The word gamification is often confused with serious games and quite a few companies in the market interchange the terms quite loosely. In my book gamification is the application of game psychology and game elements to a business process such as HR or learning. The key distinction here is that the individual stays in the existing process of learning or HR related tasks, we just add game elements at meaningful touch points to encourage the individual forward and reinforce their great work. A serious game however asks you to step out of a process and into a game. Here you would typically have to launch a game application or game world to step over and play.
In a project we are working on, after all the gamification design has been done and the development is nearly completed, the comment is that it isn’t quite gamified enough and what the people wanted more is actual mini-games. We have a choice to leave the customer feel this way or to explain once more the difference between serious games and gamification. You can have mini-games in a design if you like, but they don’t have to be there to enhance he gamification design.
The gamification design includes narrative and a storyline built around a core learning theme. Every new learning topic starts with a quest mission and each mission completion earns points and has several feedback loops from star rating based on answer scores to some more creative ones based on the story narrative. We built in mechanics that can act as boosters and mission aids as well as some more creative theme and story related feedback items.
So in my view we still delivered a solid gamification design with a lot of good game elements and sound motivational reasons and psychology behind it.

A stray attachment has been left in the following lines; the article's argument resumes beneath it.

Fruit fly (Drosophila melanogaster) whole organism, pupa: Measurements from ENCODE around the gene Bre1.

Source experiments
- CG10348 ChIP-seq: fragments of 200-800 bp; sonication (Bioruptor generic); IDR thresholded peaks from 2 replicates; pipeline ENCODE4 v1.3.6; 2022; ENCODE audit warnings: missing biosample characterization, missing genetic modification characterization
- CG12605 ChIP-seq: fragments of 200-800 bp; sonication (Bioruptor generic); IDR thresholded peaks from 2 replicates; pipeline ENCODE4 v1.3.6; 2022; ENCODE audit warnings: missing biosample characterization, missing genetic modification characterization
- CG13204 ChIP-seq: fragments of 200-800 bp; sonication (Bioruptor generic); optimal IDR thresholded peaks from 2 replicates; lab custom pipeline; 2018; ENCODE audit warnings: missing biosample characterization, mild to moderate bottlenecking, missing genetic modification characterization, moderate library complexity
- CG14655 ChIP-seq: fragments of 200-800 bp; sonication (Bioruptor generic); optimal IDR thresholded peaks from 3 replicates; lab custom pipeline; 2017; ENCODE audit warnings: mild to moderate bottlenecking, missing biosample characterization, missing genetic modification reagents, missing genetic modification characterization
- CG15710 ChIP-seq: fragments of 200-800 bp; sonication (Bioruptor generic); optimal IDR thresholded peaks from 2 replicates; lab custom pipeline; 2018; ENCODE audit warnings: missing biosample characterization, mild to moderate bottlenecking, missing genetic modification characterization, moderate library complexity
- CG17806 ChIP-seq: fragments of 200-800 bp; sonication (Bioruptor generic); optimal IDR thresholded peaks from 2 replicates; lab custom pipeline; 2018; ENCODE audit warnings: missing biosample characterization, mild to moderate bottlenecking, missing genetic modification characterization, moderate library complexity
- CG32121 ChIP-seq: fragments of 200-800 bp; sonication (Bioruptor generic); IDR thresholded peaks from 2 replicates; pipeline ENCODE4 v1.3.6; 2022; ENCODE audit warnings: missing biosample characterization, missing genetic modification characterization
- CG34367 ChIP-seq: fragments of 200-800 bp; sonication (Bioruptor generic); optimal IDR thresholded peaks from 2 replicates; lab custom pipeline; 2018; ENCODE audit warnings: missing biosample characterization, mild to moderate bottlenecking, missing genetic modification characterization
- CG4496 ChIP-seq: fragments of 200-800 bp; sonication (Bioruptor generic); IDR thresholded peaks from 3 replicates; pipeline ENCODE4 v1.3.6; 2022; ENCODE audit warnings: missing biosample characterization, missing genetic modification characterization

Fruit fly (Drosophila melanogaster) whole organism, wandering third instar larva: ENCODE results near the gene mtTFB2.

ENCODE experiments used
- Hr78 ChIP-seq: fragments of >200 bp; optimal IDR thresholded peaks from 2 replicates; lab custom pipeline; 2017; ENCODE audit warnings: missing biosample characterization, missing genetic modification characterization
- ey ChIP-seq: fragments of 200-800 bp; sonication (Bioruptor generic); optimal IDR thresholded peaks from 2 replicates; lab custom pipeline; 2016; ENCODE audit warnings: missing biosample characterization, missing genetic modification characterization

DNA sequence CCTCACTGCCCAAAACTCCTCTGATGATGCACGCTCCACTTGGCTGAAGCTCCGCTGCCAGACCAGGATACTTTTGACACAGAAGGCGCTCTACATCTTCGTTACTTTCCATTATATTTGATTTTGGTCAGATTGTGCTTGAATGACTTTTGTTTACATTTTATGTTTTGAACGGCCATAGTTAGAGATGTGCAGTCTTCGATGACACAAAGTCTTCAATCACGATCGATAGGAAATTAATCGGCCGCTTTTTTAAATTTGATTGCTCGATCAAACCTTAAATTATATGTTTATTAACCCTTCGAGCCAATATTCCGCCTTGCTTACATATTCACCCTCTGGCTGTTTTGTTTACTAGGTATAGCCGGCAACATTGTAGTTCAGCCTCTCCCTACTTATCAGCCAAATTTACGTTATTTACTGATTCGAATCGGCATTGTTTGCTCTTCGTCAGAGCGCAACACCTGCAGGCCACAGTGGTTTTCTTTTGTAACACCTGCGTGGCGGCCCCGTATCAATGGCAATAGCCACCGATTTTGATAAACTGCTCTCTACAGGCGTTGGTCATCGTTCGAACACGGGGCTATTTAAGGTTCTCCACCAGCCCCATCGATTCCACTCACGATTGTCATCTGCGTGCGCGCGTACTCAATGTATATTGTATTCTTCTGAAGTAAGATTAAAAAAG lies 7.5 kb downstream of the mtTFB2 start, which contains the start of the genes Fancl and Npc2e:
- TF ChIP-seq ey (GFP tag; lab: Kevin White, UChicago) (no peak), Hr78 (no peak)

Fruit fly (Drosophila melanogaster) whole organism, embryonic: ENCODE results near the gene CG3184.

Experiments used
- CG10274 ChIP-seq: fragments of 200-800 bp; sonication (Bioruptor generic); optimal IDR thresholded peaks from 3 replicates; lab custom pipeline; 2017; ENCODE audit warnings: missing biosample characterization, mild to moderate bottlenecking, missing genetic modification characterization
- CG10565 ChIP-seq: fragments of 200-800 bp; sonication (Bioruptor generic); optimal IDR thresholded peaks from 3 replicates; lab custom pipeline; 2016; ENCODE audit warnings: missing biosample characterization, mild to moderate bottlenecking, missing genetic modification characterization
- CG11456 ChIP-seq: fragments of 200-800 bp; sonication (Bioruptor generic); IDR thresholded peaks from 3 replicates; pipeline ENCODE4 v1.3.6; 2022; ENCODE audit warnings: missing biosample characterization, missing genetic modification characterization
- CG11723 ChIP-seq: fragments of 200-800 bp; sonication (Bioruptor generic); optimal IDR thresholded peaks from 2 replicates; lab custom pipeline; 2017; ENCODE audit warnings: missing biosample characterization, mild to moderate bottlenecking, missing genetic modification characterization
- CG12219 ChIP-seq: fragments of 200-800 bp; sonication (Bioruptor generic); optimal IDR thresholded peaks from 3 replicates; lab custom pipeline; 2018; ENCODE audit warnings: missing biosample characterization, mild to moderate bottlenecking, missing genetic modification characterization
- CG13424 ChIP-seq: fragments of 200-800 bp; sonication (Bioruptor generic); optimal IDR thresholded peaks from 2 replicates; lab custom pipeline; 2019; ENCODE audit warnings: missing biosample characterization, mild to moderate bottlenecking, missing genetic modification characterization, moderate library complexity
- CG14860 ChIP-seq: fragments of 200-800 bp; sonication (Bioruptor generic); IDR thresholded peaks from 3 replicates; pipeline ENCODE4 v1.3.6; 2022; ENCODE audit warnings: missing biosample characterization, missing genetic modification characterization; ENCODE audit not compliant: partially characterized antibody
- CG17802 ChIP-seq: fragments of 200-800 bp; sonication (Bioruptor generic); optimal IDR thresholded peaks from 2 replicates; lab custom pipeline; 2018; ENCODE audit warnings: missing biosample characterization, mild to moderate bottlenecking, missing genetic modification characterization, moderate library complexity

The challenge is expectation management and having reliable partners to not cloud the judgement of the client. the platform provider we are working with, didn’t like the design from day 1 and questioned everything along the way, without ever giving any solutions which could have enhanced anything, only criticism. So we know where the clouded judgement comes from.
The biggest frustration I have with this industry is that a lot of platforms say they can do a lot, but when it actually comes to the acid test of delivery, they fall short or have to hard-code things in (i.e. it doesn’t already work or exist out of the box) which tends to come with price tags both in the shape of complaints as well as financial. Just to be clear, we are not even talking about integrating with legacy or other systems, just strictly design on one platform in the platform itself. I totally appreciate the ones who tell me, look we can do this but not that and who will work with you to deliver something that is valuable to the client.
In our process we have a step were we show the design to the platform or technical suppliers we are working with, before we show the final concept to the client. At that point we expect the feedback and suggestions as to what is possible and what the potential other ways of working around it are. In some instances the technical party accepts this and then as soon as the technical implementation starts, all hell breaks loose. I must say those instances make me loose faith in those providers. Usually there are no surprises in there at that stage, apart from human responses.
When you rely on 2 parties to deliver the quality you want to deliver and you only can fully control or influence one 100%, the playing field becomes trickier. Unfortunately it brings out the ugly side of humanity and basically rattles trust levels to a major extent. It even makes me question the fact whether platforms are even willing to consider the designer and the client perspective. I do my best to put steps in place to make the process fair and transparent, in a few cases I have protected both the client or the platform from each other and I have absorbed the criticism and worked like hell behind the scenes to make a wrong right again. What I am learning that some people will appreciate this and others are so ignorant that they will possibly never see the error of their ways. I am hoping for more of the former and less of the latter.
In the mean time the quest for technical partners that can deliver quality work and work to a process continues…
So when is something a gamification design, well in our view it has a narrative, a theme, game elements at meaningful points to encourage, reward or give feedback the end-users to accomplish the business objective we set out with. It doesn’t have to touch mini-games, but it can if they are helpful.
When would you call something a gamification design?